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Contact: Chris Cate

Florida Department of State Announces Release of Drop on Down in Florida: Field Recordings of African American Traditional Music, 1977-1980

Album reissue showcases Florida’s African American musical heritage

Tallahassee, Florida –

The Florida Department of State’s Division of Historical Resources today announced the release of Drop on Down in Florida: Field Recordings of African American Traditional Music, 1977–1980. The book/CD set, distributed by Atlanta-based record label Dust-to-Digital, is an expanded reissue of a double-LP released by the Florida Folklife Program in 1981 titled Drop on Down in Florida: Recent Field Recordings of Afro-American Traditional Music.

"We are very excited to collaborate with Dust-to-Digital to release this important collection of field recordings, essays, and images," said Secretary of State Ken Detzner. "This album reissue provides scholars, music fans, record collectors and the general public with an exceptional look at our state’s traditional African American musical heritage and history."

The original Drop on Down in Florida was a two-record LP set based on four years of fieldwork conducted by the Florida Folklife Program on African American traditional music throughout the state. It was intended to highlight different forms of African American musical expression, especially the blues and sacred music traditions, for a statewide public audience. Seeking to expand the reach of these rare recordings, the Florida Folklife Program and Dust-to-Digital, an award-winning record label known for specially packaged releases of American vernacular music, drew upon extensive fieldwork materials now housed in the State Archives of Florida. Together, these organizations have provided the public with a reissue of the 1981 album that includes approximately 80 previously unreleased minutes of music.

The 2012 edition of Drop on Down in Florida is the result of the exciting partnership between the Florida Folklife Program, the State Archives of Florida, and Dust-to-Digital. The reissue consists of 2 CDs featuring all 27 tracks from the original 1981 album, plus additional audio recordings available for the first time. Notable among these new tracks are additional selections and personal narratives from one-string musician Moses Williams, four-shape-note Sacred Harp singing from African American communities in the Florida Panhandle, and recordings from multiple artists in the blues and gospel-blues traditions. The set also includes a 224-page hardbound book that consists of expanded and revised essays and liner notes from the 1981 double-LP; new track notes from respected music scholars David Evans and Doris J. Dyen; reflective essays from past and present folklorists with the Florida Folklife Program, including Peggy A. Bulger, Dwight DeVane, and current State Folklorist Blaine Waide; and an extensive essay on African American one-string instrument traditions by David Evans. In addition, the book features 60 black-and-white photographs from the State Archives of Florida, most of which are being published for the first time. The images present the folk artists and communities that perpetuated the musical traditions documented through Florida Folklife Program fieldwork. This expanded reissue highlights the significance of the previously unreleased material, calls attention to the importance of Florida’s African American traditional music, and once again makes the recordings from the original LP available to the public.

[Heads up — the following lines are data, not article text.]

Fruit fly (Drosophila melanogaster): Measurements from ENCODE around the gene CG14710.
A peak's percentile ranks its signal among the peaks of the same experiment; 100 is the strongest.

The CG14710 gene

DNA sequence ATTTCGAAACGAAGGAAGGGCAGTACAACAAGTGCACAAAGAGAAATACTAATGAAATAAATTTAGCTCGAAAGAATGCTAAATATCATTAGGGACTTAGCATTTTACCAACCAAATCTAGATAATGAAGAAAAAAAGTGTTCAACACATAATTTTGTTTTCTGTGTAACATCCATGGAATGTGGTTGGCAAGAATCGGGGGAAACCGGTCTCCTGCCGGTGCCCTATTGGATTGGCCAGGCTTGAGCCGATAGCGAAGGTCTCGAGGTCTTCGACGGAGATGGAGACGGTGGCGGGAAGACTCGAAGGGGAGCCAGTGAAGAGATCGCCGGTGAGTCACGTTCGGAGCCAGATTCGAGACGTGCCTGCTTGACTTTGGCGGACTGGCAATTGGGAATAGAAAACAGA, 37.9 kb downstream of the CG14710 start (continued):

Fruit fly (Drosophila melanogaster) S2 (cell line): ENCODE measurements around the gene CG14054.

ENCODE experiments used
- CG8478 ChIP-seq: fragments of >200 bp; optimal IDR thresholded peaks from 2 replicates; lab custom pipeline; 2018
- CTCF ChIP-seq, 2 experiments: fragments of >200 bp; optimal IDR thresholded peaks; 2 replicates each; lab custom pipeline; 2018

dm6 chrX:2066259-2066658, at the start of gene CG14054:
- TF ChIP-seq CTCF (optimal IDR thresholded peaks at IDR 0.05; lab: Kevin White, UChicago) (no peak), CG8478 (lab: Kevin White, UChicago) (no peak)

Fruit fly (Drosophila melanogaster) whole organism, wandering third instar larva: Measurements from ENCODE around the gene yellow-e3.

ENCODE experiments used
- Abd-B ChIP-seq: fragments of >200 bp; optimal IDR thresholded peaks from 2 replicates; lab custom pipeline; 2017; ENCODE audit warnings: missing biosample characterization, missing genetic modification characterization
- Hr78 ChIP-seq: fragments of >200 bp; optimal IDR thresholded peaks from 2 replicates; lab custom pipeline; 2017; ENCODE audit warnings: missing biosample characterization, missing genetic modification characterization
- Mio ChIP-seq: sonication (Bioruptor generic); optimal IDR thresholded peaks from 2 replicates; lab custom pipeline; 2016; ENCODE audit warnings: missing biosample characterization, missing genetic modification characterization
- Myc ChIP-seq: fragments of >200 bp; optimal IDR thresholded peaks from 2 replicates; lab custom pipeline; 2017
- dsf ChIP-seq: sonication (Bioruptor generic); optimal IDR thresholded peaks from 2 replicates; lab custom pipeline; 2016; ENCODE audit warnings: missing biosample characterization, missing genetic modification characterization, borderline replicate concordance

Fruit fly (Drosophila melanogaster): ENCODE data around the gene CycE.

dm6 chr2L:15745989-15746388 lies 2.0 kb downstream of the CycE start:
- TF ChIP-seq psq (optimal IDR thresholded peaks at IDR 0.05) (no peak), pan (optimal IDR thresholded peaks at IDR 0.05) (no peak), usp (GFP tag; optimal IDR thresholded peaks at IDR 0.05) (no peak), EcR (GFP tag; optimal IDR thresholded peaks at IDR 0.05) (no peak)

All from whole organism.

Dust-to-Digital has posted two tracks from the upcoming release at, as well as video footage of Moses Williams constructing a one-string instrument out of a piece of broom wire and a door. The video footage, recorded in Williams’ home during the course of Folklife Program fieldwork, is only available for viewing at Dust-to-Digital’s website. To purchase a copy of Drop on Down in Florida: Field Recordings of African American Traditional Music, 1977 – 1980, visit

About the Florida Folklife Program

The Florida Folklife Program, a component of the Florida Department of State's Division of Historical Resources, documents and presents Florida’s folklife, folklore and folk arts. The program coordinates a wide range of activities and projects designed to increase the awareness of Floridians and visitors alike about Florida’s traditional culture.  Established in 1979 by the legislature to document and present Florida folklife, this program is one of the oldest state folk arts programs in the nation. For more information about Florida folklife, visit

About Dust-to-Digital

Dust-to-Digital, an Atlanta-based record label founded in 1999 by Lance Ledbetter, is currently operated by Ledbetter and his wife April.  Dust-to-Digital produces high-quality, cultural artifacts, which combine rare, essential sound recordings with historic images and detailed texts that describe the artists and their works.  The label has received numerous awards and accolades, including a Grammy® Award for Best Historical Album for their 2008 release Art of Field Recording, Volume I. For more information about Dust-to-Digital, visit